In a previous blog post (October 2008) I wrote about gluteal (butt) tightness. I did not go into the specific muscles involved, but this time I am going to discuss one specific butt muscle – gluteus minimus.
The gluteal muscles are comprised of 3 different muscles: gluteus maximus, gluteus medius, and gluteus minimus.
Gluteus minimus is the smallest and deepest of these muscles, and so harder to get at. It is a strong abductor of the hip – which means that it lifts your leg off to the side, away from your body – as well as a internal rotator of the hip.
My interest in this muscle was recently piqued, thanks to a massage therapist friend of mine with chronic hip tightness. While massaging her over the past year, she has encouraged me to go deep into the lateral hip. She has also done a lot of deep lateral hip work on me, and I found that it really did help my hips feel looser on my runs.
Being more aware of gluteus minimus, I now notice that many of my clients are tight in this area. Tightness in this muscle can reduce the looseness in one’s outer/lateral hip joint. And if the tightness is left untreated, trigger points (TPs) could develop. If TPs form in the gluteus minimus, referred pain could possibly be felt in 1) the more fleshy part of the posterior butt, 2) down the outside of the leg to the outer calf and ankle, or 3) the back of the hamstring into the upper calf.
I can, and will, get in there with my elbow and thumbs to release the tightness. However, another great way to deal with tightness in this area is by self massage with a tennis ball. Lie down on the floor on your side, with the top leg in front of you for stabilization and bottom leg relaxed on the floor. Place the tennis ball under your hip between the edge of your pelvic bone and the top of the femur (check the above link for specific location of this muscle). Release as much of your weight as possible onto the ball, and roll back and forth. If you find a tight spot, just hang out there and try to relax into it.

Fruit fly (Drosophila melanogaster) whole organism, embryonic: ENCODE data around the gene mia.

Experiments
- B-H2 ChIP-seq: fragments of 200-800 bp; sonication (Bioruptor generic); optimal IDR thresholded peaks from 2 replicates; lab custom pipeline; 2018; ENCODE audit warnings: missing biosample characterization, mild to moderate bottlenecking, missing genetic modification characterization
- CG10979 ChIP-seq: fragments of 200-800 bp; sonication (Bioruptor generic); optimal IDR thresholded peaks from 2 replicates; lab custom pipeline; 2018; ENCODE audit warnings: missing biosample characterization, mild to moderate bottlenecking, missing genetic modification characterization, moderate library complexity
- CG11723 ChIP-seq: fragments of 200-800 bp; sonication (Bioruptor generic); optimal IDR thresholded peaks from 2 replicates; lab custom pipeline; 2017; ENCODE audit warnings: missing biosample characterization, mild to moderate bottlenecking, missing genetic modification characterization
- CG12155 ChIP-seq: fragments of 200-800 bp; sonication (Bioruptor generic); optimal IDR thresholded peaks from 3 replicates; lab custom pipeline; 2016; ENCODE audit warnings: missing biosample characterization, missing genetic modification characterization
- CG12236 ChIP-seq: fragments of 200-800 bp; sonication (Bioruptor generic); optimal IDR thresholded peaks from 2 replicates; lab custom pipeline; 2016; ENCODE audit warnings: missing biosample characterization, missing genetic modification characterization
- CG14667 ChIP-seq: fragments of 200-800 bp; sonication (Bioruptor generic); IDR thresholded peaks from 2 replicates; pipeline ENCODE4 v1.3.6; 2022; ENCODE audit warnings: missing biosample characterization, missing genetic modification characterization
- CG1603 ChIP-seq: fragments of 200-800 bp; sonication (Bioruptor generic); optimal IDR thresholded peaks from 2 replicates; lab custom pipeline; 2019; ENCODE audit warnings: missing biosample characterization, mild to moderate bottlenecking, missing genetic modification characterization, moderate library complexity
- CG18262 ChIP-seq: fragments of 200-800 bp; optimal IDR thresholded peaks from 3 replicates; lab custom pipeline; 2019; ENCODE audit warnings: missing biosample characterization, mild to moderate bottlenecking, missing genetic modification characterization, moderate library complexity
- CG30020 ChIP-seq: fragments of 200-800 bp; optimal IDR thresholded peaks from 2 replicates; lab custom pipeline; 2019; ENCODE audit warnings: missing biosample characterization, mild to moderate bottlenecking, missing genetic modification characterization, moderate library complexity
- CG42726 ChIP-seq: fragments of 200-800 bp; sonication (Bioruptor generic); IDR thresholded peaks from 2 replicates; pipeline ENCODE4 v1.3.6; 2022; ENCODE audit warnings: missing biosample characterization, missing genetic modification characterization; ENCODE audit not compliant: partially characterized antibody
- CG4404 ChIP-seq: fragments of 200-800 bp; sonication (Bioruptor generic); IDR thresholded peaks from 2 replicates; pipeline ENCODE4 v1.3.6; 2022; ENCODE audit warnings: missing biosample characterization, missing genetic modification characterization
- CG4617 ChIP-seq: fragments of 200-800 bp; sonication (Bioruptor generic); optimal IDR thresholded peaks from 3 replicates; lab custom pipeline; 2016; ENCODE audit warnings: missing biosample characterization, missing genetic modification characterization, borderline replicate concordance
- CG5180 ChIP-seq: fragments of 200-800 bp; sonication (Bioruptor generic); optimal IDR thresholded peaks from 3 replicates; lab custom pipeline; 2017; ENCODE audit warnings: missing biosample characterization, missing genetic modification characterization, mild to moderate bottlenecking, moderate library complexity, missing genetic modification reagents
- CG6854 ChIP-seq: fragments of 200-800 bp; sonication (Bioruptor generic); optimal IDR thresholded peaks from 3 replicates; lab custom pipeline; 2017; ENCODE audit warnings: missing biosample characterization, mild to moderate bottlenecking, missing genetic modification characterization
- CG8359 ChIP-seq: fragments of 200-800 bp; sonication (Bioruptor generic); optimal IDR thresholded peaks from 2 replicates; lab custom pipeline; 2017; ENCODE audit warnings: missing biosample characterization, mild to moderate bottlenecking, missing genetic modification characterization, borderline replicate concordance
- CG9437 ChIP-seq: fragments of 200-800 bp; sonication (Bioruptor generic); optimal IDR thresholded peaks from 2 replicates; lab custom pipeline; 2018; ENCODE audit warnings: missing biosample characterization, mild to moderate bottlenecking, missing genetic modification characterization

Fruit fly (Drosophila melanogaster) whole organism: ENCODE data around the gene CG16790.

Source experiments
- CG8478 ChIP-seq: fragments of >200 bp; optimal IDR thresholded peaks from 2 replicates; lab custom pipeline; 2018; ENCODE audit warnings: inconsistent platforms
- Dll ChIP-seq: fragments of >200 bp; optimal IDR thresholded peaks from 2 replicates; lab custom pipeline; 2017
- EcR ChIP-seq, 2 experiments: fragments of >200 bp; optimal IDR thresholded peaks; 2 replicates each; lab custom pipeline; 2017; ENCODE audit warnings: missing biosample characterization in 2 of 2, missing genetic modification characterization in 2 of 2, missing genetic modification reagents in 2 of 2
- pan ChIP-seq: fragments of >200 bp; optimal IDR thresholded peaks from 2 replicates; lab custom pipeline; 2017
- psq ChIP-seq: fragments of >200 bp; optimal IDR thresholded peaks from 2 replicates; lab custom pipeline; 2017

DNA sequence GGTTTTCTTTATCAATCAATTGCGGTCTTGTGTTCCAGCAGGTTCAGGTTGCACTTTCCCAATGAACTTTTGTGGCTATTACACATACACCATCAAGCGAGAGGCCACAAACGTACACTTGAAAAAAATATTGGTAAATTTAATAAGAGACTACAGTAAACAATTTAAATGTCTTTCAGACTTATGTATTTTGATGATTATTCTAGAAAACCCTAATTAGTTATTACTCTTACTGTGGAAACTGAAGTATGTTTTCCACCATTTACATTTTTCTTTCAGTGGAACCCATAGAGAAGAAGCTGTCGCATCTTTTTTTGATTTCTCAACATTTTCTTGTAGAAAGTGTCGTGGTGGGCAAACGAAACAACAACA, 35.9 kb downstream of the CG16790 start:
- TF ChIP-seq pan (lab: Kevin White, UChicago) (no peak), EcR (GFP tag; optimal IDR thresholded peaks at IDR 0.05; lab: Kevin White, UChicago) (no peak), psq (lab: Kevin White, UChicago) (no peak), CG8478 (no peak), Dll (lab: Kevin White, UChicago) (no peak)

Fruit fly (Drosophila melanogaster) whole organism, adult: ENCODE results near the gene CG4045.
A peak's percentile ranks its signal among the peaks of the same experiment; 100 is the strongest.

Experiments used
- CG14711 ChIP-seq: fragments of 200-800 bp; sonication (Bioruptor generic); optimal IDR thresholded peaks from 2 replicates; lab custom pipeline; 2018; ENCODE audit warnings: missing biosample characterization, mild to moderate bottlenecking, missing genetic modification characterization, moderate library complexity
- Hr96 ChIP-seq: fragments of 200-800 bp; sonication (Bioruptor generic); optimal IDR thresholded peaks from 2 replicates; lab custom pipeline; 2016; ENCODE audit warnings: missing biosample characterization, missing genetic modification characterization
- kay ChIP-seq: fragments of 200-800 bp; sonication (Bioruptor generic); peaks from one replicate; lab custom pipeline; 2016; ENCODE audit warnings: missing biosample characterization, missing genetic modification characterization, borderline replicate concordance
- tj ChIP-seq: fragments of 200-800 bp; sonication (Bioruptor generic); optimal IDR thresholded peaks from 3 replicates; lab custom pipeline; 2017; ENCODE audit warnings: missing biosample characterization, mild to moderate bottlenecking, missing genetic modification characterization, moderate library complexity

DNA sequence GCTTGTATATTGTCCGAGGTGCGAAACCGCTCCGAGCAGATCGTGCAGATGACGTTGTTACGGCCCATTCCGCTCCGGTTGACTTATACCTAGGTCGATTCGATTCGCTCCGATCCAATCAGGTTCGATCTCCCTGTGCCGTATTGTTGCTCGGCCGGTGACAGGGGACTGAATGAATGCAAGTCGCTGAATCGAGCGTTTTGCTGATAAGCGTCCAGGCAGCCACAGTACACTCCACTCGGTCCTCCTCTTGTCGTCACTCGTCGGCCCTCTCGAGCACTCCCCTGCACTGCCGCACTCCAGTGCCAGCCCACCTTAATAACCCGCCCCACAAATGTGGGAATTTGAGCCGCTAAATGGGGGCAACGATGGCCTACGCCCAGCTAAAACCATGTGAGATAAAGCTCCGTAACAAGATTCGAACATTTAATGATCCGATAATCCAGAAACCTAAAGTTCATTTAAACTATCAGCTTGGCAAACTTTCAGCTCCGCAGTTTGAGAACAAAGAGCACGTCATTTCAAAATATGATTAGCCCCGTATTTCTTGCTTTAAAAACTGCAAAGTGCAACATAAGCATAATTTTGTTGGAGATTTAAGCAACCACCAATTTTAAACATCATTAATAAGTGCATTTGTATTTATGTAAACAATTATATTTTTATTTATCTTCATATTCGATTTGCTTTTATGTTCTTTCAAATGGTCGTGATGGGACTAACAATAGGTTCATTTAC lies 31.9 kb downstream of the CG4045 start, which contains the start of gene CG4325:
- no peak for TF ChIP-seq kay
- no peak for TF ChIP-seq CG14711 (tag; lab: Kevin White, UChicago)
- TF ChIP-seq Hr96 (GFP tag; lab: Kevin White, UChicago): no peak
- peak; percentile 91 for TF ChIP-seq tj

This area is not as sensitive as the illiotibial band (ITB) below it. You might feel some discomfort, but usually it just feels really good to get in there. The foam roller, used to massage the ITB, doesn’t really get into the gluteus minimus – it is not specific enough to go deep between the bones.
For general flexibility of the area, stretching is also good. Regularly stretching the outer hip feels really good. I love doing this stretch after I run, every day. Another hip stretch I like, is great if you are at work or someplace where you just can’t lie down……like in that coffee shop after your bike ride.
Anybody who is active is going to use gluteus minimus to some degree. I know with my longer runs on uneven ground, I am asking a lot of it. So, keep those hips loose not just because it feels good, but because it could prevent pain in the future.